How To Effectively Handle Other Peoples' Emergencies

How often do you find yourself dealing with an emergency that had nothing to do with you but became your problem? How many times have you received a crisis phone call that turned out to be no more than an issue due to poor planning on that individual’s part? If you have spent any time in the business world, you will have encountered this from individuals inside and outside your organization. So how do we effectively handle the emergencies that other people drop in our laps?

Real-life Example of a “Non-Emergency”

A recent example of a situation where a project superintendent dropped an “emergency” onto a project manager went as follows:

The project superintendent had a field issue arise and his first reaction was to call the project manager. During this phone call, the superintendent made the issue sound as though every other team member had dropped the ball, not properly planned for the issue and now the project was in jeopardy of failing. His standpoint was that the other team members were at fault and now it is the project manager’s responsibility to handle what he is calling an “emergency”. As a project manager, there were several ways to resolve the issue at hand.

  • The first reaction could have been to panic, drop every task and jump head first into resolution mode.
  • The second reaction could have been to tell the project superintendent he needs to figure it out, it is not your problem and that he needs to take ownership.
  • The third reaction, the proper reaction, would be to listen to the issue, ask questions, ask for suggestions for resolution, research the issue, determine if it is an emergency and then put a plan together on how the problem can be resolved.

The project manager followed the steps outlined in the third reaction. In doing this, he did not derail his entire day by an issue that turned out to be something easy to resolve.

By responding in a calm manner, the issue was corrected in a timely manner and in a way that did not belittle the project superintendents concerns. He also took the next important act of discussing with the superintendent steps to follow in deciding if an issue is actually an emergency.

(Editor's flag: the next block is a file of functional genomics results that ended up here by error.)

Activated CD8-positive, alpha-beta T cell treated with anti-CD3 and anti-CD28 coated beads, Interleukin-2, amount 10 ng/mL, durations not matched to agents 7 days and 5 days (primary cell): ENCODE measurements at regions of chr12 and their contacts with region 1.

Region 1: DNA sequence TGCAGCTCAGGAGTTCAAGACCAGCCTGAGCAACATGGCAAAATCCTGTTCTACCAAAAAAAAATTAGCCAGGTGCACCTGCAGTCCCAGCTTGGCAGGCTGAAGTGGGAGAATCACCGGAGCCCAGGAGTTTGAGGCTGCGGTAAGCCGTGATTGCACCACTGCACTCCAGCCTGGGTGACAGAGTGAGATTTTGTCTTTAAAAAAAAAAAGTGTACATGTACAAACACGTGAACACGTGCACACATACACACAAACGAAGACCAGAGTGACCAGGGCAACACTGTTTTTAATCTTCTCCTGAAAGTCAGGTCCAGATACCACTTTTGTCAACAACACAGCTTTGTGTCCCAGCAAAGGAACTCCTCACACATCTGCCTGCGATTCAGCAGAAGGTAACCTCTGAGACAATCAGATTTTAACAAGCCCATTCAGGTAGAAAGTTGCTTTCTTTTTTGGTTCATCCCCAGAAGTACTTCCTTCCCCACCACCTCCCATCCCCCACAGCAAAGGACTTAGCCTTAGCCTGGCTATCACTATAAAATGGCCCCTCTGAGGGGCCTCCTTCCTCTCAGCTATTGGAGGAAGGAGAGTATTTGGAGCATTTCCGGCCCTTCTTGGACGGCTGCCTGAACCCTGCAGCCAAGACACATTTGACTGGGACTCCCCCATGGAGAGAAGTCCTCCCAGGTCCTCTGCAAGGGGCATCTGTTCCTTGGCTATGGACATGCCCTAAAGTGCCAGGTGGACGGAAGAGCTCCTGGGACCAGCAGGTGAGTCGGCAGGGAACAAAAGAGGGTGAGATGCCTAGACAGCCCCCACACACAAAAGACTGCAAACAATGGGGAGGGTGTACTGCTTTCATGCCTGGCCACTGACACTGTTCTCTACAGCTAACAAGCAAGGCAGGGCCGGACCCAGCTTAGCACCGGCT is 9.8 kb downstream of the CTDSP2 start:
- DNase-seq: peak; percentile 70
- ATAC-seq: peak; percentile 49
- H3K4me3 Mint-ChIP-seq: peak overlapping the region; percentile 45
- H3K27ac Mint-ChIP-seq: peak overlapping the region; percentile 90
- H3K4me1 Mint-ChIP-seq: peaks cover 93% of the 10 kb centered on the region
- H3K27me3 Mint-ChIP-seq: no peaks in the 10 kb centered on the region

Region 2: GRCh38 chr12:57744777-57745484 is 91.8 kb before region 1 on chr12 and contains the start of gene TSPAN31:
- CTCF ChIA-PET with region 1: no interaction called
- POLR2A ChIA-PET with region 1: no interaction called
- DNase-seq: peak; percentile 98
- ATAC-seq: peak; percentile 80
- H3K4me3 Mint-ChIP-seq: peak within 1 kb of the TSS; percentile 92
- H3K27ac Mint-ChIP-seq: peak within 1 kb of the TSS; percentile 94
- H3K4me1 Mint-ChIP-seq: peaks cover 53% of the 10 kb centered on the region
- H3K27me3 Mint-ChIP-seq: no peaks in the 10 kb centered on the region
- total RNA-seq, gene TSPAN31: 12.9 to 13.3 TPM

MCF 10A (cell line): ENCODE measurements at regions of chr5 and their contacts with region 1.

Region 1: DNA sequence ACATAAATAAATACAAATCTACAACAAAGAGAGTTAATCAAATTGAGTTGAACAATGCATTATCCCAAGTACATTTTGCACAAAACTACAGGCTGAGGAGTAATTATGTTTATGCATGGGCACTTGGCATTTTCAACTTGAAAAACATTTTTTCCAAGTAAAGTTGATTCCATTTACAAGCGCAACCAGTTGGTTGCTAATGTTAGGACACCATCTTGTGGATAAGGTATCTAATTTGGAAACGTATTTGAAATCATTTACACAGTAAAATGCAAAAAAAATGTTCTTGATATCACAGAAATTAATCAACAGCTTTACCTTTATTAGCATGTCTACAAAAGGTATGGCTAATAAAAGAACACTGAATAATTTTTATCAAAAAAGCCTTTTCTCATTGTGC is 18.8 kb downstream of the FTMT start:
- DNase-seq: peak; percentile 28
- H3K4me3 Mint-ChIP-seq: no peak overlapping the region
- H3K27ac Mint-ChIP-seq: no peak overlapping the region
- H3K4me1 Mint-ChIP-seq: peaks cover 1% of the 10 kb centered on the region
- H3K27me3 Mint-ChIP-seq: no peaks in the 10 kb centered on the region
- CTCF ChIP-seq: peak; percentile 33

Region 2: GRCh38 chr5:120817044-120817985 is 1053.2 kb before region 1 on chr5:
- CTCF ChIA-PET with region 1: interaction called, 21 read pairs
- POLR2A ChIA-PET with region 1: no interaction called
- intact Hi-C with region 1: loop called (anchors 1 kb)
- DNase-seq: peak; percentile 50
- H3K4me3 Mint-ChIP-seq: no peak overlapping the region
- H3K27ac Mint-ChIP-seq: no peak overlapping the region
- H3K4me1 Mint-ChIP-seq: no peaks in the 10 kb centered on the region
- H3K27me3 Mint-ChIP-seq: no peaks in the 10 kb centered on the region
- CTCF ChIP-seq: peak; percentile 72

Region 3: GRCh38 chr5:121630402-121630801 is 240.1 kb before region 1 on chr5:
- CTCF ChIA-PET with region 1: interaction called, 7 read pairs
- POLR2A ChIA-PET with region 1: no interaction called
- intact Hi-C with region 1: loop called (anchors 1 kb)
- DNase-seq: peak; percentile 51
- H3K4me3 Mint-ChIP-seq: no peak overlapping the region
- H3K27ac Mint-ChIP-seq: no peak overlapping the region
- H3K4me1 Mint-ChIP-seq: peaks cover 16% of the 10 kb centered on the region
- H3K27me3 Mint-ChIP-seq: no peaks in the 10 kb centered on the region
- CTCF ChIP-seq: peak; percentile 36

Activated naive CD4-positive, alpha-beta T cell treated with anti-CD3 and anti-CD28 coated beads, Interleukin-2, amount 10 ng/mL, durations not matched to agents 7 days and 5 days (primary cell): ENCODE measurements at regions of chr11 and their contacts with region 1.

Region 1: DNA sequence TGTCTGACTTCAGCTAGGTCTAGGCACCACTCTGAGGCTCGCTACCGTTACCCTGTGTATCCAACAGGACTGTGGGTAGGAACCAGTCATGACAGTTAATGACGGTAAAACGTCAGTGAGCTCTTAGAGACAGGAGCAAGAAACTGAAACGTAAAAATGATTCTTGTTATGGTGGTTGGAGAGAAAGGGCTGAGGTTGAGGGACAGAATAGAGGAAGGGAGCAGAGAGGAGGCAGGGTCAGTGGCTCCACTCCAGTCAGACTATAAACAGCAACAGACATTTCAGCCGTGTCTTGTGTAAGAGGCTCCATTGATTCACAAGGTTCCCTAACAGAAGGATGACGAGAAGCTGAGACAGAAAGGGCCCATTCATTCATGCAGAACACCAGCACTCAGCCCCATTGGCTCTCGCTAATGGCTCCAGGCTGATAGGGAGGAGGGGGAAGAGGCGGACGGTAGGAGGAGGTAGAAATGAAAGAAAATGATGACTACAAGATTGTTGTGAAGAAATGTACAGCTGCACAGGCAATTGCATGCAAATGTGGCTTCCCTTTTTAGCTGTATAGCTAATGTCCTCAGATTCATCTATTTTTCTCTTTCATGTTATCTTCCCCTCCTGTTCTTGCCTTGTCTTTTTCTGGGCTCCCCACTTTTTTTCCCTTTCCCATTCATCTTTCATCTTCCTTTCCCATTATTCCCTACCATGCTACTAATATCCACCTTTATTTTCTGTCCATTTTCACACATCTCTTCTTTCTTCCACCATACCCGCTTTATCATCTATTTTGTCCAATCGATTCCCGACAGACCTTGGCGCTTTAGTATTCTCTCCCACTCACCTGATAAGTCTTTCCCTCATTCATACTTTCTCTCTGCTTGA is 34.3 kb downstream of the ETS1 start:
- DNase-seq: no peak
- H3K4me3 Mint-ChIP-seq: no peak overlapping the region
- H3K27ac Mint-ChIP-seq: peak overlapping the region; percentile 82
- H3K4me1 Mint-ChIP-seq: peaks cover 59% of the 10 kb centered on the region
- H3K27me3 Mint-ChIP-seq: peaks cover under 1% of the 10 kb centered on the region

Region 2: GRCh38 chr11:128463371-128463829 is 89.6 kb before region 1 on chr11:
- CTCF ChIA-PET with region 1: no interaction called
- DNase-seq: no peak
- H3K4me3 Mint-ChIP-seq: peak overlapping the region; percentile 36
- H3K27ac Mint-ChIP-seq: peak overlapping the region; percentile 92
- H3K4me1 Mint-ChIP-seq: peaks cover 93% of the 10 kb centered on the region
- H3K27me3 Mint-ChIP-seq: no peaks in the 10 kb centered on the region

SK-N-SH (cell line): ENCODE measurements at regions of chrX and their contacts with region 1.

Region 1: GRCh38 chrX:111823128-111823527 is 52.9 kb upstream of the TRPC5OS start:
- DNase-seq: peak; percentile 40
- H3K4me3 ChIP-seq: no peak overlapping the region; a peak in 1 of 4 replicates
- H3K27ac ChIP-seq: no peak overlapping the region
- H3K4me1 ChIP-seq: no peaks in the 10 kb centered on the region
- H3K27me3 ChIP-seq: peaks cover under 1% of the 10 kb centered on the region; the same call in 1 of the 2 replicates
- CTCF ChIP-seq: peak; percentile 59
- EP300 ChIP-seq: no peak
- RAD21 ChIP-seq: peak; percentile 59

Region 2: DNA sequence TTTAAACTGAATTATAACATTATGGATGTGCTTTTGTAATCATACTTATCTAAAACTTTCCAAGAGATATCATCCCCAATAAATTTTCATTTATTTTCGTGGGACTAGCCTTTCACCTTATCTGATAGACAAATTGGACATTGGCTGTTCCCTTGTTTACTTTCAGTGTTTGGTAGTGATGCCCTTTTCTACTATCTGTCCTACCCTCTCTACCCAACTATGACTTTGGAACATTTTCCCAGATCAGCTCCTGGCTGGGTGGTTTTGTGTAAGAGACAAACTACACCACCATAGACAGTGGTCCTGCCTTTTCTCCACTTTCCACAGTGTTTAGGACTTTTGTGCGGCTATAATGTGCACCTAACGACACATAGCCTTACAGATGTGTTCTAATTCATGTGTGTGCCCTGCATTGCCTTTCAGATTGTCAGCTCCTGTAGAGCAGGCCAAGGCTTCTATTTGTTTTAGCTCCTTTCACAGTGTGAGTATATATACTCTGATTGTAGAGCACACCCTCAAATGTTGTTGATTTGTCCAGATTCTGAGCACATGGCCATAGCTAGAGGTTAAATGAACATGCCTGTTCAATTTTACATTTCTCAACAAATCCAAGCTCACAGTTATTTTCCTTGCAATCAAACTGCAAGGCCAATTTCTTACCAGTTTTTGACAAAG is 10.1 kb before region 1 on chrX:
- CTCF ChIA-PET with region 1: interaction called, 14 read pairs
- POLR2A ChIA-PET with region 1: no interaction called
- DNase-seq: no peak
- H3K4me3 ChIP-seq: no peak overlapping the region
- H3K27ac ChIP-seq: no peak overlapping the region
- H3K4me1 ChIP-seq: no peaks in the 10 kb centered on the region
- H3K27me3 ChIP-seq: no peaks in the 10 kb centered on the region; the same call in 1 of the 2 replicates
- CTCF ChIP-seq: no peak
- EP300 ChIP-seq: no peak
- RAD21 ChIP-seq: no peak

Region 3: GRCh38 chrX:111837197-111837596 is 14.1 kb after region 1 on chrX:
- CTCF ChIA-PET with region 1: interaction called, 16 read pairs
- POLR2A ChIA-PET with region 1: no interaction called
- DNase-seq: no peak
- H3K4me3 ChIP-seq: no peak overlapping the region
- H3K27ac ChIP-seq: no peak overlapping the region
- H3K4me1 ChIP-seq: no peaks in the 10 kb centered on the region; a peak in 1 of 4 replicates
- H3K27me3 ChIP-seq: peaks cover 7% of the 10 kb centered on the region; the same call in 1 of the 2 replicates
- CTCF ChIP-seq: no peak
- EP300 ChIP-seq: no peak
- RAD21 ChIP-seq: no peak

If the above scenario had truly been an emergency, it would be our duty to jump in and assist with resolving. It would also be our responsibility as the project manager and team leader to let the superintendent know finger pointing/blaming others is not an effective response.

What do you do?

You must look at what someone is claiming to be an emergency and do an assessment of the situation. Your reaction to what someone else considers an emergency is very important since it will help effect the outcome of the situation. It is also crucial for you as a manager to be able to identify and take into account people who are crisis-prone individuals.

According to an article by Susan Whitbourne, it is important to look deeper into an emergency that someone brings to you further than face value. If the emergency is real, then it is imperative to jump in and deal with the issue head-on. If the situation is not an emergency, it is imperative to follow the outline we discussed above to resolve the issue. Remember that only you can control how you react in these situations.

As a project manager, make a practice of giving feedback on issues that turn out to be non-emergencies with the individuals who bring them to your attention. Let the person know that through proactive planning and having a resolution-based reaction to issues, they can expect better responses from team members in tough situations. For crisis-prone individuals, this will be something you as a team leader will have to work on with that person over a period and in return will build trust with them.


All of us at some point will have to deal with the non-emergency issue that someone else believes is an emergency. For us, as project managers, leaders, and team members the answer to effectively handling these situations dropped on us is to have a controlled reaction with the end goal of coming to a resolution. We must set the example for others to follow of how to deal with issues as they arise.

Action Steps

  1. Listen to the emergency/issue proposed to you.
  2. Ask questions of the presenter.
  3. Ask for suggested resolutions to the emergency/issue.
  4. Do your own research on the issue at hand if necessary.
  5. Decide if it is actually an emergency.
  6. Put a plan together and come to a resolution.

 Blessings In Your Endeavors,

Hayden Tuley

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